ADVERTORIAL: See how your company can hire top STEM graduates with this funding

Due to the current economic climate, getting young people into employment has now become more important than ever.

Unemployment rates across the UK are rising, and many small and independently-run business across the region are struggling to stay afloat due to skills shortages in their workforce.

As a result, The University of Plymouth, in collaboration with the European Regional Development Fund, is working towards leading the STEM Graduates into Business Project.

The project will help to promote business investment in research and innovation so that companies can attract, train and retain new talent.

The fund is providing an incentive grant to cover up to 50% of the graduates’ wages – up to £200 a week or £2,400 over three months.

This aims to overcome some of the challenges that companies face when recruiting, such as being able to offer training opportunities and travel incentives for employees due to the business’s location.

The fund will not only help businesses who have been struggling to balance their books due to Covid-19 but also help to strengthen the local economy and help graduates to consider Devon as a place to work with future career opportunities.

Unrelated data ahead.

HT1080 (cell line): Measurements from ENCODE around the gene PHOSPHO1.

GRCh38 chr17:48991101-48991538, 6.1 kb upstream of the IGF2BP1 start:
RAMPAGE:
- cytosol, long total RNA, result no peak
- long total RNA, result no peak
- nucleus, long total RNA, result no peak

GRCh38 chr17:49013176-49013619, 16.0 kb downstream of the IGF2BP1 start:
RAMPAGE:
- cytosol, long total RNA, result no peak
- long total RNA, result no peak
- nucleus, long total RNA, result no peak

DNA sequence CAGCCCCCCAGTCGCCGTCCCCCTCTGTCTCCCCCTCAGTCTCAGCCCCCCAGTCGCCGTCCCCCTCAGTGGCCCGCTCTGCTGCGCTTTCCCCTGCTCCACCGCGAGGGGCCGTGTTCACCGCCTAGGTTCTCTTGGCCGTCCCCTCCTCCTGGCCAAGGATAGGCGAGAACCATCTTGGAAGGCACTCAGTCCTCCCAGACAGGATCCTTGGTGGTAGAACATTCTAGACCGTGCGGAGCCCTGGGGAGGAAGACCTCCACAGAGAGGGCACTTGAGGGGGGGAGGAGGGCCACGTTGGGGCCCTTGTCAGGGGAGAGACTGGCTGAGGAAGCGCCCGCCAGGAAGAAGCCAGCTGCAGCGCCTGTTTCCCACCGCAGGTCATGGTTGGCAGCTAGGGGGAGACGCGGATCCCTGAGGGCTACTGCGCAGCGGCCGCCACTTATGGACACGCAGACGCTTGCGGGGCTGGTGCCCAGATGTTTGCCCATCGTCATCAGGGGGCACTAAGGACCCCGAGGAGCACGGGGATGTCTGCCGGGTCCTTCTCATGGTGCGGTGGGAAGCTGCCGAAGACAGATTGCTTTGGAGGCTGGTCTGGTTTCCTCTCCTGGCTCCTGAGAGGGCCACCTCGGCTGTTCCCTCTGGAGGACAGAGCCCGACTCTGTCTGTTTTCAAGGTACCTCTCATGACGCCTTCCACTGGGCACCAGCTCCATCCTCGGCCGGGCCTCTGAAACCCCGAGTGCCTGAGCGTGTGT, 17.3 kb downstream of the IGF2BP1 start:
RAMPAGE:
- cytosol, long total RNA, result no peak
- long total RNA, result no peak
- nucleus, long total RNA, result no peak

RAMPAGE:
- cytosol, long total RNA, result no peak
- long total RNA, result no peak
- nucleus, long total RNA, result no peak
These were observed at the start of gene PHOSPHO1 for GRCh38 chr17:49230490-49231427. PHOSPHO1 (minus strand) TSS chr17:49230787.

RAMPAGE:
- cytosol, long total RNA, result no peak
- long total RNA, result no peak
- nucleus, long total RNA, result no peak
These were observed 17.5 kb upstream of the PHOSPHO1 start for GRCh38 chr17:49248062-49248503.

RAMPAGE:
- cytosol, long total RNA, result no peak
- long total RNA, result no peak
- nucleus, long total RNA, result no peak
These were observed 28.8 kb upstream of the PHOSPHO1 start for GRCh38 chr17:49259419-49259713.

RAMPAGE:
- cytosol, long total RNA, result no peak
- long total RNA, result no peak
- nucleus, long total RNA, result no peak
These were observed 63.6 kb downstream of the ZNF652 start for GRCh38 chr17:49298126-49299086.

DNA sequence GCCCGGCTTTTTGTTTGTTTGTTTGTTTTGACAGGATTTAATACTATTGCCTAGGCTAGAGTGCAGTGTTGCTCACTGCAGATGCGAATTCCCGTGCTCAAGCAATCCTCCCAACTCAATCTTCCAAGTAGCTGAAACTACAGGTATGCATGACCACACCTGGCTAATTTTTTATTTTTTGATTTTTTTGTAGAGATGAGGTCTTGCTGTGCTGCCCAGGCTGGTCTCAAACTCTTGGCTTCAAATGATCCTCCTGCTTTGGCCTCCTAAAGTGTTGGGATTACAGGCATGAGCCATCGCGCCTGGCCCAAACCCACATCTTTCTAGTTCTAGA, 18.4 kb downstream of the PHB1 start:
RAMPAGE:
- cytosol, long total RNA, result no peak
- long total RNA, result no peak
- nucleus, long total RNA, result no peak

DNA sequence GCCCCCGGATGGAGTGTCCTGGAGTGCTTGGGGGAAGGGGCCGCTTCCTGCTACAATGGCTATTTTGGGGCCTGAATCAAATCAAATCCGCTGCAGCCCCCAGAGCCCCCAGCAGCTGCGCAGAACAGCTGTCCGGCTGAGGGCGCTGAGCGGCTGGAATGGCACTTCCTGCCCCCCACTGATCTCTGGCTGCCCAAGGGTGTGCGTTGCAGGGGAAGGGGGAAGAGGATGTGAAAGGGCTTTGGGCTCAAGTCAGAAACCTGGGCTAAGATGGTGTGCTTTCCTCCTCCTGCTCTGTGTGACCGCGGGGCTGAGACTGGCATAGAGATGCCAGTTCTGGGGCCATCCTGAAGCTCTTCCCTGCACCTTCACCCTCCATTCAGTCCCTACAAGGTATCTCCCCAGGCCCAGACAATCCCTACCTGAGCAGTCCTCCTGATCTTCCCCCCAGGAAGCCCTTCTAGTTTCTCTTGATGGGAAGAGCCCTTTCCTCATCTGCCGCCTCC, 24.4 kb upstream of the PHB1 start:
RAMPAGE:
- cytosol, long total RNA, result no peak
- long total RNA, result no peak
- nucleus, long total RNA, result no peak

BusinessLive spoke to it project manager Rhys Barnes-Smith about the benefits this can bring to local businesses in Devon and Plymouth. See his responses below.

STEM Graduates into Business project manager Rhys Barnes-Smith

What are the benefits to businesses using the fund at this time?

The University of Plymouth has been working to ensure the STEM Graduates into Business project provides flexibility to businesses facing changing market demands.

As a temporary fund, the scheme not only provides SMEs with financial aid but the ability to make short-term adaptations due to the current pandemic.

These local businesses may be directly supporting the COVID relief efforts, have had to adapt their production lines, or simply need to get back to a fully operational service quickly and in this process have identified skills gaps.

The support offered by the project as a whole remains and businesses can access an experienced team dedicated to aiding the recruitment process so the best quality applicants are received.